For New Zealand, San Francisco America's Cup looks make or break
By Noel Randewich
SAN FRANCISCO (Reuters) - Fifty-six-year-old Grant Dalton's daily routine includes strapping on a helmet, a wetsuit and a belt full of emergency gear to work as a lowly "grinder" on the New Zealand catamaran competing in this year's America's Cup sailing regatta.
Cranking the big winches is an intensely physical job normally left to brawny men at least two decades his junior. The wiry, tart-tongued Dalton is also the managing director of Emirates Team New Zealand. Through these positions he imparts a blue-collar streak to a blue-blooded sport, making him a fitting symbol for the only Cup challenger that isn't bankrolled by a billionaire.
With competitive sailing in the 34th America's Cup getting under way on San Francisco Bay, New Zealand already stands out as the most polished of the three teams that hope to pry the trophy away from software mogul Larry Ellison's Oracle Team USA. The "Kiwis" routed Prada fashion tycoon Patrizio Bertelli's Luna Rossa Challenge in their first race by more than five minutes, a lead so large that the Italian boat was officially deemed not to have completed the race even though it crossed the finish line.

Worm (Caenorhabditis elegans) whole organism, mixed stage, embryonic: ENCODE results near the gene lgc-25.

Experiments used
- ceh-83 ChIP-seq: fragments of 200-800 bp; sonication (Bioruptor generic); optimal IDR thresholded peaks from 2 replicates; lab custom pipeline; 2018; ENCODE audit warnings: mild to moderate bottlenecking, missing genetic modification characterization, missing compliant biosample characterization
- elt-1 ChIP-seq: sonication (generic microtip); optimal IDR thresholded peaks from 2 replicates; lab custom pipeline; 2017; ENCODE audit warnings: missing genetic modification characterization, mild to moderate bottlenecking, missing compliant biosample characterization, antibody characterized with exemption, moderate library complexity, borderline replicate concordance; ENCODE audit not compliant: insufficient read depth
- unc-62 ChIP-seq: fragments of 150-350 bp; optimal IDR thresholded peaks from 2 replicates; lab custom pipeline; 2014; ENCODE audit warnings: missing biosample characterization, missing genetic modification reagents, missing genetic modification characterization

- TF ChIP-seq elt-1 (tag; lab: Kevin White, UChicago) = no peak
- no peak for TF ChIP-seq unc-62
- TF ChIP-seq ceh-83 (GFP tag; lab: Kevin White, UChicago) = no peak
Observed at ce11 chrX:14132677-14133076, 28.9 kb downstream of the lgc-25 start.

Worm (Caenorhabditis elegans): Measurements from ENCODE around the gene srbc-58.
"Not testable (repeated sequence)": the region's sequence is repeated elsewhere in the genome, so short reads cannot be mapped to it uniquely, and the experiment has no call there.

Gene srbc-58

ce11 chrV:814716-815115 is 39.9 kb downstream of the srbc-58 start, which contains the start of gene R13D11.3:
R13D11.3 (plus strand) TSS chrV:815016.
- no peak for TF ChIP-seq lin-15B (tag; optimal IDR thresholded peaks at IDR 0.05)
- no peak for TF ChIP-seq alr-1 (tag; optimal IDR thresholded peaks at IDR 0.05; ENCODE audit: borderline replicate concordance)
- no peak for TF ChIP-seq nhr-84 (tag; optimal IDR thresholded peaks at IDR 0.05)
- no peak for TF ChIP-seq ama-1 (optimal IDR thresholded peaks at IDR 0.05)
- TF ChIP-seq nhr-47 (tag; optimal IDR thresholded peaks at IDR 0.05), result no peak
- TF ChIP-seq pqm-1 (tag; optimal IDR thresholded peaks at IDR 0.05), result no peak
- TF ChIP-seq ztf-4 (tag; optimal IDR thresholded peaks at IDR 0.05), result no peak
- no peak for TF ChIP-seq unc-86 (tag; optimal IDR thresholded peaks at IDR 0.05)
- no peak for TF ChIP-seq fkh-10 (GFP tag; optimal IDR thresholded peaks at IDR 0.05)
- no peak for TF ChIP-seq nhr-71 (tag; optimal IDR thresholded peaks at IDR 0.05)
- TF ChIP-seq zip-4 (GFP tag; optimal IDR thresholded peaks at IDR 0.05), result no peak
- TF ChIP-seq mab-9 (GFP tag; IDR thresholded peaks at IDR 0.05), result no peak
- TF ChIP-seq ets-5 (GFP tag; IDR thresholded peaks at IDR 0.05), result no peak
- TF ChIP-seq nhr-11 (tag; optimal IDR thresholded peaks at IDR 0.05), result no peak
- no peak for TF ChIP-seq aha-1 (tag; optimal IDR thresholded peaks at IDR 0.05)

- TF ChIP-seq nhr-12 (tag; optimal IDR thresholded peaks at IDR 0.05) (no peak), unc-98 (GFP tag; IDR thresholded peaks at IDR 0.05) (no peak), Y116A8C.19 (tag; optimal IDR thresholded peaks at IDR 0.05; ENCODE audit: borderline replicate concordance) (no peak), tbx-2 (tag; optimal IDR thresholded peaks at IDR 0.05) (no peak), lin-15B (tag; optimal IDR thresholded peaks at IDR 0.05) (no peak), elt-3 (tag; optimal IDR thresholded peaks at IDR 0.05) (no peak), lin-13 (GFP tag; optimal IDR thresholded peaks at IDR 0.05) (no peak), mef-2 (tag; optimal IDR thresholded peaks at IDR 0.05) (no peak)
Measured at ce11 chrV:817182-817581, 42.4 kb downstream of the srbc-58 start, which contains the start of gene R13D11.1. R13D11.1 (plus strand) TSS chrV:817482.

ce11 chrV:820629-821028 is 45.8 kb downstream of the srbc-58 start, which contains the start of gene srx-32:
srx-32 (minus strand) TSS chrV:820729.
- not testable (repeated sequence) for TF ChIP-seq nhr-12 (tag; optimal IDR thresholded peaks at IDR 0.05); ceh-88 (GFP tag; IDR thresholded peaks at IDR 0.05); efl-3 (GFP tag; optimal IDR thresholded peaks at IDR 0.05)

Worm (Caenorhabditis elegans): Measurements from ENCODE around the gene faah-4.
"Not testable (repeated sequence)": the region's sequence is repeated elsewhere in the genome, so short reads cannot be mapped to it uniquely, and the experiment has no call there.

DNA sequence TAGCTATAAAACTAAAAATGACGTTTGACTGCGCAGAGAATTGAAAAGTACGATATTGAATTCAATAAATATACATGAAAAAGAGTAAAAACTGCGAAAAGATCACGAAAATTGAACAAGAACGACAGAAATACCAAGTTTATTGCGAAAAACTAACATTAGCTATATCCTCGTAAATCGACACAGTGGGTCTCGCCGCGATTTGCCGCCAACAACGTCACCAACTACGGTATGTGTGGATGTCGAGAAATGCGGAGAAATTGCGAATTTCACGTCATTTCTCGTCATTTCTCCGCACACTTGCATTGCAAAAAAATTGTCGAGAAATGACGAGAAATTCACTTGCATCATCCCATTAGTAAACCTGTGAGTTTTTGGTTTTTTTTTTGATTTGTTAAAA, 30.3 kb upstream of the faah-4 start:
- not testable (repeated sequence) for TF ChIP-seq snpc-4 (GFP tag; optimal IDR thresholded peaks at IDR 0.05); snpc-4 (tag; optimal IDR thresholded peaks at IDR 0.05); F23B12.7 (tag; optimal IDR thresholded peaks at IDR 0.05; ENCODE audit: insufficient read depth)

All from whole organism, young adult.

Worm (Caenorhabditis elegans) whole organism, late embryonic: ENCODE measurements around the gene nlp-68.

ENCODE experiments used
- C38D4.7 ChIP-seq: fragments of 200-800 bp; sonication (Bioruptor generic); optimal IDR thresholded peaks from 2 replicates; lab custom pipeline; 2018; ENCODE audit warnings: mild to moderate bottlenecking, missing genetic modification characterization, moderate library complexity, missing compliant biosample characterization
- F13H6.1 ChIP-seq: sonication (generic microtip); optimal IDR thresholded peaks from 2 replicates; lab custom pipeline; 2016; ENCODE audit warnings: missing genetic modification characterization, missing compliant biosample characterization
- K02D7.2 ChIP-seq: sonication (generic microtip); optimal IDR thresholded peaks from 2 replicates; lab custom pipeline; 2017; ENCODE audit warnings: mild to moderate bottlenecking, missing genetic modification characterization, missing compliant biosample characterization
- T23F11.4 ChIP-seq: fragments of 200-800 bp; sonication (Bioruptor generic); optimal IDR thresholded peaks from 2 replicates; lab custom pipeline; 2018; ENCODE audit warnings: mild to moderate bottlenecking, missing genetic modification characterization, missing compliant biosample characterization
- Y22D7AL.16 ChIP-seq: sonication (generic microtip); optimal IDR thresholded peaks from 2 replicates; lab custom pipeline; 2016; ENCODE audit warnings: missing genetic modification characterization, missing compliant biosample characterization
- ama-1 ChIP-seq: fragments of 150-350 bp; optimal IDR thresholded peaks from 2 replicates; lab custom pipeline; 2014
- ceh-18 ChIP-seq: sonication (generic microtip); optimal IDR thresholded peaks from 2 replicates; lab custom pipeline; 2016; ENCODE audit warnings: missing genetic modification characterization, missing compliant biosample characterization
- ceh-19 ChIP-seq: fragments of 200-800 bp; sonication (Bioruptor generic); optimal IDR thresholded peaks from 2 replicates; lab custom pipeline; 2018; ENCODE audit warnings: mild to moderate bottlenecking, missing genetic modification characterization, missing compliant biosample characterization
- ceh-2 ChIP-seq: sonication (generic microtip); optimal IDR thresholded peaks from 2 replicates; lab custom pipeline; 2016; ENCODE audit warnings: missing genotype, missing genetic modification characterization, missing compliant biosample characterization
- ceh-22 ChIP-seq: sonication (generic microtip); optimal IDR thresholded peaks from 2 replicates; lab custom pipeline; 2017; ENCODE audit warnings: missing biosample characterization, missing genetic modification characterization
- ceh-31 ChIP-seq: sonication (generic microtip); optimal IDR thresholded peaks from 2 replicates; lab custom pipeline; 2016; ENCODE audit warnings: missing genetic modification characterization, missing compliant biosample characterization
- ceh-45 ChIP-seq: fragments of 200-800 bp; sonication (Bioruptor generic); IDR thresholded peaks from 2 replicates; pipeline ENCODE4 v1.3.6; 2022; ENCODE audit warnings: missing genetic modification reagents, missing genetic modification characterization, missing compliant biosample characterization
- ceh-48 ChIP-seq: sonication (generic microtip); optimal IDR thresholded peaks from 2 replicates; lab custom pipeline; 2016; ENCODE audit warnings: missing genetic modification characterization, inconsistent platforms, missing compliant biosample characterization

For Dalton, and for New Zealand's fervent sailing fans, there's a lot riding on the team's performance.
In an international competition where money buys top talent from around the world, New Zealand's is the only boat crewed almost entirely by nationals.
Only New Zealand has a home-grown grown industry devoted to designing and building advanced carbon-fiber boats of the type being used in the Cup.
And only New Zealand, whose winning Cup campaign two decades ago touched off a national celebration, is backed by its government and risks losing that support if it fails this year.
"I don't think the team will survive if we don't win," said New Zealand tactician Ray Davies. "It's fantastic that the government puts the money in, but they're expecting us to win and they're not going to back a team that doesn't win." Continued...